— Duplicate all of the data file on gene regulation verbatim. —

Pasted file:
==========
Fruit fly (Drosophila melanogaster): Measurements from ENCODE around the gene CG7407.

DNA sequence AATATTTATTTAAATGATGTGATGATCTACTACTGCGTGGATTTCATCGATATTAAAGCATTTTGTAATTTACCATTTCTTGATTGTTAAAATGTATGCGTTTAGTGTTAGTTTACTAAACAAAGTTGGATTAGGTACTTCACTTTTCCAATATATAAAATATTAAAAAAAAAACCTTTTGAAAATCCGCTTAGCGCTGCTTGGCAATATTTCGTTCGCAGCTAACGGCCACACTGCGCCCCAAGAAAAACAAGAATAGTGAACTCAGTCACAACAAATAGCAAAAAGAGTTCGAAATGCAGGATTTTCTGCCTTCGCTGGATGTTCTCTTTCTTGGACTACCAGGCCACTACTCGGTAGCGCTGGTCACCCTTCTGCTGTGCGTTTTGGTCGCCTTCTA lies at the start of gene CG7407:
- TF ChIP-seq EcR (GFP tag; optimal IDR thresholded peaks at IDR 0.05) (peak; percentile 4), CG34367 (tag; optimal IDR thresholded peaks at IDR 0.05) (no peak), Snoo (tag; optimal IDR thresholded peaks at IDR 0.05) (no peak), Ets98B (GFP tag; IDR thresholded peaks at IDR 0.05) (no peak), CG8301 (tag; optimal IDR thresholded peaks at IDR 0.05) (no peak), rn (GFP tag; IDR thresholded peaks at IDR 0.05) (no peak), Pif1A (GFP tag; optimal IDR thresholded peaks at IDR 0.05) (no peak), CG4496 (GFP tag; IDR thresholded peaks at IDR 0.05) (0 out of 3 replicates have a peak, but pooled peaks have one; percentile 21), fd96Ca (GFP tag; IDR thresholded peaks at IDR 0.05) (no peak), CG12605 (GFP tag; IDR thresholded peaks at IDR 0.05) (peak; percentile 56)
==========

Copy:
Fruit fly (Drosophila melanogaster): Measurements from ENCODE around the gene CG7407.

DNA sequence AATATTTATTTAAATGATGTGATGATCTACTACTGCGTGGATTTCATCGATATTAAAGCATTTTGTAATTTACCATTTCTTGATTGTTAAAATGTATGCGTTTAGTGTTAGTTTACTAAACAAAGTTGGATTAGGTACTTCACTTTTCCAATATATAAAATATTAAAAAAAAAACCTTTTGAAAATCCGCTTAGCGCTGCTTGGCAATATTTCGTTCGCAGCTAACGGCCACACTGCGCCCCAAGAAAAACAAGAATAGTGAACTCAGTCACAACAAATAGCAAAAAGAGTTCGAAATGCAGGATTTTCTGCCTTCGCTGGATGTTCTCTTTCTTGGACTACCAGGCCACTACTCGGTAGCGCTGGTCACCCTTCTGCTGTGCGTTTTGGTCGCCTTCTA lies at the start of gene CG7407:
- TF ChIP-seq EcR (GFP tag; optimal IDR thresholded peaks at IDR 0.05) (peak; percentile 4), CG34367 (tag; optimal IDR thresholded peaks at IDR 0.05) (no peak), Snoo (tag; optimal IDR thresholded peaks at IDR 0.05) (no peak), Ets98B (GFP tag; IDR thresholded peaks at IDR 0.05) (no peak), CG8301 (tag; optimal IDR thresholded peaks at IDR 0.05) (no peak), rn (GFP tag; IDR thresholded peaks at IDR 0.05) (no peak), Pif1A (GFP tag; optimal IDR thresholded peaks at IDR 0.05) (no peak), CG4496 (GFP tag; IDR thresholded peaks at IDR 0.05) (0 out of 3 replicates have a peak, but pooled peaks have one; percentile 21), fd96Ca (GFP tag; IDR thresholded peaks at IDR 0.05) (no peak), CG12605 (GFP tag; IDR thresholded peaks at IDR 0.05) (peak; percentile 56)